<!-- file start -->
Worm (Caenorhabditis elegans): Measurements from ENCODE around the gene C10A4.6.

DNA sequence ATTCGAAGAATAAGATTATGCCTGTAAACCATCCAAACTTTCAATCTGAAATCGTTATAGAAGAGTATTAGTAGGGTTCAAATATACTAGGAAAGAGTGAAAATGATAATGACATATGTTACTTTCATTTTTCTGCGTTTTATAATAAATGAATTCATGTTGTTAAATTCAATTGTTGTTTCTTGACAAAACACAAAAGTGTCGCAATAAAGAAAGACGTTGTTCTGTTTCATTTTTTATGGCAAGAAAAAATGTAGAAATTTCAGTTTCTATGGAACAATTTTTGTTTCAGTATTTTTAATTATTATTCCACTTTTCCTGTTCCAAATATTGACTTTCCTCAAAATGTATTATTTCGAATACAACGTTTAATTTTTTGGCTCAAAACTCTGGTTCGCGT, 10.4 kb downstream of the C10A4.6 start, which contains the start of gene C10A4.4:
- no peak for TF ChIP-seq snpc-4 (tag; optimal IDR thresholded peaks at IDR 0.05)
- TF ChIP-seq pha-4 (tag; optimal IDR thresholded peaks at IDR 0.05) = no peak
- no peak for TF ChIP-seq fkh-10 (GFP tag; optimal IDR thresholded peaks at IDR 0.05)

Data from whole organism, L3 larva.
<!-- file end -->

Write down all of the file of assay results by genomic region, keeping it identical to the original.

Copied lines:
Worm (Caenorhabditis elegans): Measurements from ENCODE around the gene C10A4.6.

DNA sequence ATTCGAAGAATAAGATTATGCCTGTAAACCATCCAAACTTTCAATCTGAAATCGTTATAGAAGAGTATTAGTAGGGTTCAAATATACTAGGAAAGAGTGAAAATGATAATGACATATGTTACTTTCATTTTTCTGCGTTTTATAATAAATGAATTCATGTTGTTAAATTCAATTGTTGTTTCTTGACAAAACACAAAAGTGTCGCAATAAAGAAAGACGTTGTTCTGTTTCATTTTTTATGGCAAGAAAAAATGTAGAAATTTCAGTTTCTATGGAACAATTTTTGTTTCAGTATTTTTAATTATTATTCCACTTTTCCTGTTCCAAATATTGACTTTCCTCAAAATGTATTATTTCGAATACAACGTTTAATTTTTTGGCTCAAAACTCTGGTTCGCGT, 10.4 kb downstream of the C10A4.6 start, which contains the start of gene C10A4.4:
- no peak for TF ChIP-seq snpc-4 (tag; optimal IDR thresholded peaks at IDR 0.05)
- TF ChIP-seq pha-4 (tag; optimal IDR thresholded peaks at IDR 0.05) = no peak
- no peak for TF ChIP-seq fkh-10 (GFP tag; optimal IDR thresholded peaks at IDR 0.05)

Data from whole organism, L3 larva.